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1. Characterized by extremely brutal or cruel crimes; vicious.
2. Infamous; scandalous: "That remorseless government persisted in its flagitious project" (Robert Southey).

[Middle English flagicious, wicked, from Latin flāgitiōsus, from flāgitium, shameful act, protest, from flāgitāre, to importune, to demand vehemently.]

fla·gi′tious·ly adv.


atrociously wicked; vicious; outrageous
[C14: from Latin flāgitiōsus infamous, from flāgitium a shameful act; related to Latin flagrum whip]
flaˈgitiously adv
flaˈgitiousness n


(fləˈdʒɪʃ əs)

heinous or flagrant, as a crime; infamous.
[1350–1400; Middle English flagicious < Latin flāgitiōsus, derivative of flāgiti(um) shame, scandal]
fla•gi′tious•ly, adv.
fla•gi′tious•ness, n.


- Criminally wicked.
See also related terms for wicked.
ThesaurusAntonymsRelated WordsSynonymsLegend:
Adj.1.flagitious - extremely wicked, deeply criminalflagitious - extremely wicked, deeply criminal; "a flagitious crime"; "heinous accusations"
wicked - morally bad in principle or practice
2.flagitious - shockingly brutal or cruelflagitious - shockingly brutal or cruel; "murder is an atrocious crime"; "a grievous offense against morality"; "a grievous crime"; "no excess was too monstrous for them to commit"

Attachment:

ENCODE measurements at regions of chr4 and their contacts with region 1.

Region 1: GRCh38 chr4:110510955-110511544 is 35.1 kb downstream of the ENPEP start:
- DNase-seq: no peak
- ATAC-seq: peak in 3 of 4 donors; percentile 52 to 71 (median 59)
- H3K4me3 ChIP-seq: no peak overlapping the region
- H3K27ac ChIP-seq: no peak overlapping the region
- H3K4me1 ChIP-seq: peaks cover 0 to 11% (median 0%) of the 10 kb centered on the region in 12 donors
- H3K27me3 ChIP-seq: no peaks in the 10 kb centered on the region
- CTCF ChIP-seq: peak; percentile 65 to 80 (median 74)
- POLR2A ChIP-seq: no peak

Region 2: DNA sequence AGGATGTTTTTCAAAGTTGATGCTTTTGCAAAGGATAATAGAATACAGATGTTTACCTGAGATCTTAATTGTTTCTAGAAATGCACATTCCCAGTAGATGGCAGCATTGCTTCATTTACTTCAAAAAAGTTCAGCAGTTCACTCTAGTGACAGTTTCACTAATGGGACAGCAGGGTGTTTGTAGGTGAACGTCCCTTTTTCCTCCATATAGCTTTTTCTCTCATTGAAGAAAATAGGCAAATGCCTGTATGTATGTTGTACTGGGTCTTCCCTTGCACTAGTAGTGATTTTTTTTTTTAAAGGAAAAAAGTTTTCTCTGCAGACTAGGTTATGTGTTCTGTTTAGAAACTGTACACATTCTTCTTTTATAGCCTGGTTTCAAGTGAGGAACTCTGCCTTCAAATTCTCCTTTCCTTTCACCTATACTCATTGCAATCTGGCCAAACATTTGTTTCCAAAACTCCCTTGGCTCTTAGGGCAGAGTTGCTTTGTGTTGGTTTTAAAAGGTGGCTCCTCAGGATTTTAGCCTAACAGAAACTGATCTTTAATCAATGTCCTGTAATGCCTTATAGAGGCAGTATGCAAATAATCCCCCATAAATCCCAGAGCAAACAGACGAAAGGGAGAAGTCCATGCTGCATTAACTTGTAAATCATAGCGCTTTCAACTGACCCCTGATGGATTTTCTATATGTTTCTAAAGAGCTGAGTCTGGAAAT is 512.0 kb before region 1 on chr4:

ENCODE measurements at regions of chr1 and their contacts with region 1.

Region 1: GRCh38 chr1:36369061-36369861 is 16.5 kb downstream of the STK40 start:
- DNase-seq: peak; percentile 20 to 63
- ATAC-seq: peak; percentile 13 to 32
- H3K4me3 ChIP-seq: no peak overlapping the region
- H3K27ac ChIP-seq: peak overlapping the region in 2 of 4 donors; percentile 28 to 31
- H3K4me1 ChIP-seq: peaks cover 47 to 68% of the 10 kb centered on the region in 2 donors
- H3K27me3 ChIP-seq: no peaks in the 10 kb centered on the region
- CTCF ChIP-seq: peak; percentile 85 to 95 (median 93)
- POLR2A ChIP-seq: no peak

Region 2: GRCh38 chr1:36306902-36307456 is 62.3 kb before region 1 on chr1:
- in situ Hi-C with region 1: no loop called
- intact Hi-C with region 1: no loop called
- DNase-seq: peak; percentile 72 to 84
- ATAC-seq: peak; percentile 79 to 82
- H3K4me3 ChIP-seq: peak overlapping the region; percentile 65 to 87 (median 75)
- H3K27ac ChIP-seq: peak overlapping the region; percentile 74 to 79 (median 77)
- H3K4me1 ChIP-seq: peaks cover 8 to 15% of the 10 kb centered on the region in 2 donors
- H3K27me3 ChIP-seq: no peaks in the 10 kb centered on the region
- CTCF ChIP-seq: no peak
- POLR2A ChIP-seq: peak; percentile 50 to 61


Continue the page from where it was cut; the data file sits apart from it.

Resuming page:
evil - morally bad or wrong; "evil purposes"; "an evil influence"; "evil deeds"


Utterly reprehensible in nature or behavior:
References in periodicals archive ?
United Nations Resolution 687, which formally dictated the terms of that war's ceasefire, had been violated flagitiously by Saddam.
The Memphis Appeal said there was "universal complaint" with "the present unorganized and imbecile arrangement." The telegraphic news reports were "vague and unsatisfactory, unmeaning, unreliable, and, in many instances, flagitiously false," the newspaper claimed.
His father Umaru, deposed by the British in 1902, had ruled flagitiously and Yakubu's outlook appeared to have been moulded by his socialization.(11) For him, authority and its exercise were personal to the emir.